When we look at a lit object, our eyes detect the light bouncing back from that object. That light travels in all directions -- if the object is transparent, the light continues through it as well. If you were able to isolate a single point in space within this lit scene, you would discover rays of light crossing through, traveling in all directions.
A light field describes this phenomenon. You can think of a ray of light as something that has five dimensions. Three of those dimensions are the spatial dimensions we're all familiar with -- what roughly translates to height, length and depth, or the x, y and z axes. The other two dimensions refer to the flow of light along the ray.
The geometric distribution of light is what we call a plenoptic function. The word plenoptic comes from the Latin word plenus meaning full or complete. Optics refer to the behavior of light. To capture the complete light from a scene, we would need a plenoptic camera.
A literal plenoptic camera is just a thought exercise. Opaque physical objects block light -- they cause occlusion. To capture a light field, the camera -- and photographer -- would have to inhabit every perspective around a subject simultaneously without blocking light. We haven't figured out how to position a camera to capture every point of view around a subject or prevent occlusion. But the Lytro camera does simulate some plenoptic functions.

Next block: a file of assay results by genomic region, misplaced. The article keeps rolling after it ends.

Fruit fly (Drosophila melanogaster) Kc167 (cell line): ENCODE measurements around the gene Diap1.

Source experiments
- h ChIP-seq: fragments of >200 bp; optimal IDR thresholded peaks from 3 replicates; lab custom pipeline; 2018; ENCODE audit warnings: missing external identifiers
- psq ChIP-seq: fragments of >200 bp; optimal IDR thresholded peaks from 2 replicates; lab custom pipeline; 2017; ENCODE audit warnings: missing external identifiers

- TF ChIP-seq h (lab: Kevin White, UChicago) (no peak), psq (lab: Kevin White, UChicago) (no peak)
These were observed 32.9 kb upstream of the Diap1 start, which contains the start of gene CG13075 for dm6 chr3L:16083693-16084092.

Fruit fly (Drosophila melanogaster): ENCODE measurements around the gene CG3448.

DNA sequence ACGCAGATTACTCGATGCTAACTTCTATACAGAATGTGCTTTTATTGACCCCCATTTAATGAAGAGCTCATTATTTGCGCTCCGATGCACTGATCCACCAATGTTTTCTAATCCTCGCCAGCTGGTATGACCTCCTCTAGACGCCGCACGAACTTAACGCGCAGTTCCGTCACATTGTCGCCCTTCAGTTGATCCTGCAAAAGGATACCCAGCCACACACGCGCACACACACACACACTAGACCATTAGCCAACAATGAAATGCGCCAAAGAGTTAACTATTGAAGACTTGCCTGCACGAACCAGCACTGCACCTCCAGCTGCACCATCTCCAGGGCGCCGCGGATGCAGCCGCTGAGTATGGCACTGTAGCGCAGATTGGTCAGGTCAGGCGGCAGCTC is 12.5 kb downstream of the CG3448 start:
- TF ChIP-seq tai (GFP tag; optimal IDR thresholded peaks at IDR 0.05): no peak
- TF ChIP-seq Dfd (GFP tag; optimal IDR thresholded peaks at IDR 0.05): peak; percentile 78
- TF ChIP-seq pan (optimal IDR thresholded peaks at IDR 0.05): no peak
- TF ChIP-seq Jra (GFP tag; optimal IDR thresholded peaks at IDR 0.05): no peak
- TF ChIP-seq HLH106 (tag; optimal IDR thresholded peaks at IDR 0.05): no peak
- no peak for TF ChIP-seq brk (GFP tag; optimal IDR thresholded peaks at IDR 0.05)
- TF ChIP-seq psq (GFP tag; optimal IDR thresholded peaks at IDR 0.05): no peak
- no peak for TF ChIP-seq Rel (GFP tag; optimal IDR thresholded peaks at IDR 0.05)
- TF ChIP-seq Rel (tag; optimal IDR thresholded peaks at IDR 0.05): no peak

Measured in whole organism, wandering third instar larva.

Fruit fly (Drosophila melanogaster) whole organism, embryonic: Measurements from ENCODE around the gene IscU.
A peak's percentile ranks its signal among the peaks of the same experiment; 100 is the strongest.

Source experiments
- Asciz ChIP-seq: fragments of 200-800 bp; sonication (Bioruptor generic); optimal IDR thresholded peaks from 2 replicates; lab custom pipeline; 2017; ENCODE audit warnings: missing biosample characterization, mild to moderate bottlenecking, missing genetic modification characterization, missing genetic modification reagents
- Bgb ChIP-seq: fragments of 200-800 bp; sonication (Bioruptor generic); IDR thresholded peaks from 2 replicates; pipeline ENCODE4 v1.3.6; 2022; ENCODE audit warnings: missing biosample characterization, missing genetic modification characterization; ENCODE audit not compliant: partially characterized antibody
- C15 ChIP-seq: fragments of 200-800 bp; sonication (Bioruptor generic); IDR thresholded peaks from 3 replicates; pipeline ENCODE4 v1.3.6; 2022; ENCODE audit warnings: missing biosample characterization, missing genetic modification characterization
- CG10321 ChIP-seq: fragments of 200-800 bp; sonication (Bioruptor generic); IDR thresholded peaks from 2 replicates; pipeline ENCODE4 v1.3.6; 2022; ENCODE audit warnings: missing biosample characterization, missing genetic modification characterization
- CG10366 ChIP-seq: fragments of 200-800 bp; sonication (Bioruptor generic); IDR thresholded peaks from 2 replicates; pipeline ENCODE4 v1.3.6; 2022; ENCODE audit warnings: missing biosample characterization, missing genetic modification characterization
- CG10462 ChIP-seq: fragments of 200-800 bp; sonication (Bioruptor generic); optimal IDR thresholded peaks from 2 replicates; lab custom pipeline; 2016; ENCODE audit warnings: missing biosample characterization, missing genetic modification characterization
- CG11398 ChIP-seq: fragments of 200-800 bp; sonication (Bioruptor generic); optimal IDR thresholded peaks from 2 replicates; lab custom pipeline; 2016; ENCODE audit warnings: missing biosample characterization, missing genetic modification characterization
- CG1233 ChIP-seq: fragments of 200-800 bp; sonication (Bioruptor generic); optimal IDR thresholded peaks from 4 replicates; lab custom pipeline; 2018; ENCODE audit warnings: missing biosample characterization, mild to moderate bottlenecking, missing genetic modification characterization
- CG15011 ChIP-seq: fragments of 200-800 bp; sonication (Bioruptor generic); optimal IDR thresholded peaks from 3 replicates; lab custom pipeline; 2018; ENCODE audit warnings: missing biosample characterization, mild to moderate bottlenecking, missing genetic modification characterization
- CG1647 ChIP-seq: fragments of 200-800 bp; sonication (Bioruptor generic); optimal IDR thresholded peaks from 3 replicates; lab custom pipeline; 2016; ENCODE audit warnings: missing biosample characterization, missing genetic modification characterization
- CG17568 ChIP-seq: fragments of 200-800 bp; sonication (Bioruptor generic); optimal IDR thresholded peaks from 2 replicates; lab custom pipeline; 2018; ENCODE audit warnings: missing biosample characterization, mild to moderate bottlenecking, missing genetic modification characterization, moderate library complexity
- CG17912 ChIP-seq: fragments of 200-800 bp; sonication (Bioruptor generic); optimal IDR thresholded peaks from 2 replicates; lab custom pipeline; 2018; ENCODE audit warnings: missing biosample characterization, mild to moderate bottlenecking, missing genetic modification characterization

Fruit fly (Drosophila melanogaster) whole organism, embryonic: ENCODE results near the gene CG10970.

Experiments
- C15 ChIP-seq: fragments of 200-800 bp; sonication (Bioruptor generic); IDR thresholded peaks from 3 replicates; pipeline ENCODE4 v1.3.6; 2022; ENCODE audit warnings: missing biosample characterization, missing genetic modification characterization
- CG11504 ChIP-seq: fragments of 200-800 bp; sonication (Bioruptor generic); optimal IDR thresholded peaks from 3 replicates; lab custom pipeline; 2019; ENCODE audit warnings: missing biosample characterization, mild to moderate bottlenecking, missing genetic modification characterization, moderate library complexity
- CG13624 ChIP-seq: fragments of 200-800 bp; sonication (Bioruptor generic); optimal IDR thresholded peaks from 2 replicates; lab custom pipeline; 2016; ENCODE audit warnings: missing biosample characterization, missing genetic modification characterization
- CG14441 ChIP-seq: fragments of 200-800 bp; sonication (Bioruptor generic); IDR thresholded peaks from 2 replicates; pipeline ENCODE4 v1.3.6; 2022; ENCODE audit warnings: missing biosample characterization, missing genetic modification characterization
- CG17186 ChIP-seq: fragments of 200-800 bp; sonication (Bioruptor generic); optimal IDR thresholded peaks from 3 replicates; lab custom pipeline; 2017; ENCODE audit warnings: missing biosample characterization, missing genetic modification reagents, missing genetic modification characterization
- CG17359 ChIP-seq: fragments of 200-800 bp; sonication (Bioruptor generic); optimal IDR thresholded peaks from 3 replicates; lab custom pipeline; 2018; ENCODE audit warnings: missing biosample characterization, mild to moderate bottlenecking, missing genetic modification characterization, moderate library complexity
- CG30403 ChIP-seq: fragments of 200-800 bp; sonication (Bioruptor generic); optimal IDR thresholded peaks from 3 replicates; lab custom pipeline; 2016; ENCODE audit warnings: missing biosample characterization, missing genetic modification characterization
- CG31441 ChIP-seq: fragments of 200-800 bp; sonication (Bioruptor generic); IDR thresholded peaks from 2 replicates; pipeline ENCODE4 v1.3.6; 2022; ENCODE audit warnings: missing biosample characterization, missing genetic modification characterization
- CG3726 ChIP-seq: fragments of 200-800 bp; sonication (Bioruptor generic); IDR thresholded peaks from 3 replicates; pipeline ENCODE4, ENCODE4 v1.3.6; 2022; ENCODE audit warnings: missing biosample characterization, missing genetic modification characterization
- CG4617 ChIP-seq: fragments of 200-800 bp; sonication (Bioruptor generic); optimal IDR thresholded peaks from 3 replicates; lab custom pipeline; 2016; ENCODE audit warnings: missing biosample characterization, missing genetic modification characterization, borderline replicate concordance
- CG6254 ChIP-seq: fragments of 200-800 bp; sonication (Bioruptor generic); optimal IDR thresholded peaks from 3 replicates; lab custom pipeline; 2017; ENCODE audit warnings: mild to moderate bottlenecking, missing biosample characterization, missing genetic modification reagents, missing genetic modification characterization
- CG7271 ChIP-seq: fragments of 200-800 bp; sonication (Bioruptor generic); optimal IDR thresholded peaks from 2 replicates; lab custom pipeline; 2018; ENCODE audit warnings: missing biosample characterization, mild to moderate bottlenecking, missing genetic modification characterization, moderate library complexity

The device has a few things in common with your average digital camera. It has a lens and aperture through which light passes. It also has a sensor that detects light. But between the two is an array of microlenses. These lenses are much smaller than the Lytro's main lens -- a prototype plenoptic camera that was the predecessor to the Lytro had microlenses that were 280 times smaller than the main lens [source: Ng].
The lenses in the array direct light from the back of the main lens to the sensor. The sensor captures the light field between the Lytro's lens aperture and the sensor. The resolution of the photographs depends both upon the power of the sensor and the number of microlenses in the array.
Once you've captured an image, it's time to crunch some numbers.